BayTrust Athlete Scholarship
With the money I received from the BayTrust Athlete Scholarship through Sport Bay of Plenty I was able to take the trips to China and Russia to compete. I am completely self-funded, as are most climbers, and so I need to fundraise and work a lot in order to attend any international competition.
Hopefully this will change with climbing being added to the 2020 Olympics in Tokyo where people will be able to see how incredible a sport climbing is! It’s exhilarating to watch and I'm sure people are going to love it.
Attending the Olympics, most likely in 2024, is not my dream – it’s my plan. I have the dedication and will work hard to make it happen. With lots of hard work, and correct training and knowledge, New Zealand will be up to a very competitive level internationally. At the moment we are not quite up with the rest of the world as we have not been exposed to the international style, but we are not a long way off.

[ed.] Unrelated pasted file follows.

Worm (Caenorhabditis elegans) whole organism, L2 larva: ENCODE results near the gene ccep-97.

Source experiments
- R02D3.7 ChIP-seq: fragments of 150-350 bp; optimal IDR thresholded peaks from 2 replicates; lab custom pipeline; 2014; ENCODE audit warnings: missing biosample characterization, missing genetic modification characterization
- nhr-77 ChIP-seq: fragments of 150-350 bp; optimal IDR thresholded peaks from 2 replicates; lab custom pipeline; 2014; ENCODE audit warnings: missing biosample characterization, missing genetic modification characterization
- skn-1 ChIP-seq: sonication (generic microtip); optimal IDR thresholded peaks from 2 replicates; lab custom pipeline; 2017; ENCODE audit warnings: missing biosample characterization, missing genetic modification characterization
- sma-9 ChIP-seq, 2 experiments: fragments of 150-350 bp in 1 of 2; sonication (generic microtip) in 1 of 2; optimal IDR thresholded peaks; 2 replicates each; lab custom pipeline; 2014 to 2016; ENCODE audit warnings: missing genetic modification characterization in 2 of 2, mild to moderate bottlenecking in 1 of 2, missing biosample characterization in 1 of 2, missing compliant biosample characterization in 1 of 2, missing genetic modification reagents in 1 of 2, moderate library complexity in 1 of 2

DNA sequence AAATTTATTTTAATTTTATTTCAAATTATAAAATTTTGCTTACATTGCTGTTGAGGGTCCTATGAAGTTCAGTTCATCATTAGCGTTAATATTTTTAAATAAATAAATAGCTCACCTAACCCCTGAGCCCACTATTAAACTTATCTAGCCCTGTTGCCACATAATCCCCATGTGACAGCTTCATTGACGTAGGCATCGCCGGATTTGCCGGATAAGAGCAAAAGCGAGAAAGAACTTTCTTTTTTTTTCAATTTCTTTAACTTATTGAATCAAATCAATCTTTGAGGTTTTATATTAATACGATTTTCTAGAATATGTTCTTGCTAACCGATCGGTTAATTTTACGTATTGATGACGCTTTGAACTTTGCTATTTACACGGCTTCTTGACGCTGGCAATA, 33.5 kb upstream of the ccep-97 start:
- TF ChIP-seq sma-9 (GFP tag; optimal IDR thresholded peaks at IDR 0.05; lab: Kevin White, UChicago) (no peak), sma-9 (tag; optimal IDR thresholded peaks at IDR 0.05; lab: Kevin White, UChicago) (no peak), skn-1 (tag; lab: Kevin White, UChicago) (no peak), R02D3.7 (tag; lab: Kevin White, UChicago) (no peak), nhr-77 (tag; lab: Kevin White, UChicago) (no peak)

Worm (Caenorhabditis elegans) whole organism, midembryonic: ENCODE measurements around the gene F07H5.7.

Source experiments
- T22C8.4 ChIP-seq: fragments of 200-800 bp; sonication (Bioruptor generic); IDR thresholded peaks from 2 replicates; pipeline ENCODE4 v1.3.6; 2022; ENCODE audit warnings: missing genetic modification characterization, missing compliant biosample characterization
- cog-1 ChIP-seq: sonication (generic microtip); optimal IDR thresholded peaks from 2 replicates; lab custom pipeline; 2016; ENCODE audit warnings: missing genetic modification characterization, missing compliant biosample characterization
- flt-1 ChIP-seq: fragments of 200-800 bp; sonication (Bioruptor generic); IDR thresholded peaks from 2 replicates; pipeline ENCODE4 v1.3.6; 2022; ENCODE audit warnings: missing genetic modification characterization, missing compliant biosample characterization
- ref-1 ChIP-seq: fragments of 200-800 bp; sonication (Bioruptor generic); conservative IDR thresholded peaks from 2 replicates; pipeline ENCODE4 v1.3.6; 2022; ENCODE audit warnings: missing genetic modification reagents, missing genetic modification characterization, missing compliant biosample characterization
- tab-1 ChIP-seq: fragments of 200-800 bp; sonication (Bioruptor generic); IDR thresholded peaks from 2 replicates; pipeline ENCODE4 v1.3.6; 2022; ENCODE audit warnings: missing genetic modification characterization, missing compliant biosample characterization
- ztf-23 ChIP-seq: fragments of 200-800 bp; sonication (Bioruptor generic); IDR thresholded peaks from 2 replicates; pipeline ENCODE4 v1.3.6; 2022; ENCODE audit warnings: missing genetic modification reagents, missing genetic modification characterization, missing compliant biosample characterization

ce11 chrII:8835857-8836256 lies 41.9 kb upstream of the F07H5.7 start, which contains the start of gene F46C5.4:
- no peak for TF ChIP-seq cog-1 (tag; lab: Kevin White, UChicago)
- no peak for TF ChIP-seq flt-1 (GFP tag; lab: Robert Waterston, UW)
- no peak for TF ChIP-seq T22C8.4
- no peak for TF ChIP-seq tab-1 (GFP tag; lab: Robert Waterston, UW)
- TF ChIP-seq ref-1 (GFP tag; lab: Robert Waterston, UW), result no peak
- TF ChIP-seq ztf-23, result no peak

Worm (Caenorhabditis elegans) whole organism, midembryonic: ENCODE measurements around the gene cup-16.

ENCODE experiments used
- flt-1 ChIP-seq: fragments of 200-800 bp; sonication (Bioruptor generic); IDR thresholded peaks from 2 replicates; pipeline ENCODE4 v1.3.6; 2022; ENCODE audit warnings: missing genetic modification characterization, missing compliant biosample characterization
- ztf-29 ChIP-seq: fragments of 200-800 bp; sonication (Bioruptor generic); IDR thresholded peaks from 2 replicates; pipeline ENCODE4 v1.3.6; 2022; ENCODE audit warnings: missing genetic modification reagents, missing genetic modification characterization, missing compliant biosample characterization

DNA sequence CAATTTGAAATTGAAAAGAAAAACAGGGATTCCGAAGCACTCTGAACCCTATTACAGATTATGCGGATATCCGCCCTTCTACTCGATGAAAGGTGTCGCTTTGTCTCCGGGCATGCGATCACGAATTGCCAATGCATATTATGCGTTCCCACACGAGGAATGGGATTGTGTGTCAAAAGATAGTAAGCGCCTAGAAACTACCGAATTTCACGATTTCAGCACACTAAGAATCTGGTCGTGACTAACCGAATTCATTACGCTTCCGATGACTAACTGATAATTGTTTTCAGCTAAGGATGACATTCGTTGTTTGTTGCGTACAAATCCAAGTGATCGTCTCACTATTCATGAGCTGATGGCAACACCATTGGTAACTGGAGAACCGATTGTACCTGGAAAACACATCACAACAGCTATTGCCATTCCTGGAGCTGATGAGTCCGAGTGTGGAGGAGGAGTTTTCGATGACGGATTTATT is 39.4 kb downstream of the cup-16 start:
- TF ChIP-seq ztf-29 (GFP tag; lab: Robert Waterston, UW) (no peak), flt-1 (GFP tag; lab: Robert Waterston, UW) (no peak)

Top 4 climbing sites around the Bay
When he’s not training for competitions, Sam is also a keen outdoor climber and has shared with us his top four places for climbing around the Bay of Plenty:
- Mangorewa Gorge is by far the best
- Mount Maunganui itself! Great views, easy access
- Rocktopia (indoor climbing and best place for training)
- Special mention to 'The Wall' in Rotorua, my home climbing gym. It also has some of the best walls in NZ.
If you are interested in climbing then come to Rocktopia – a great climbing gym located in Mount Maunganui. There are plenty of classes for beginners and it’s an easy way to socialise with friends. You can also come a do your own thing. Seeing your own progression in climbing is exciting and motivating.
Find out more about the BayTrust Athlete Scholarships>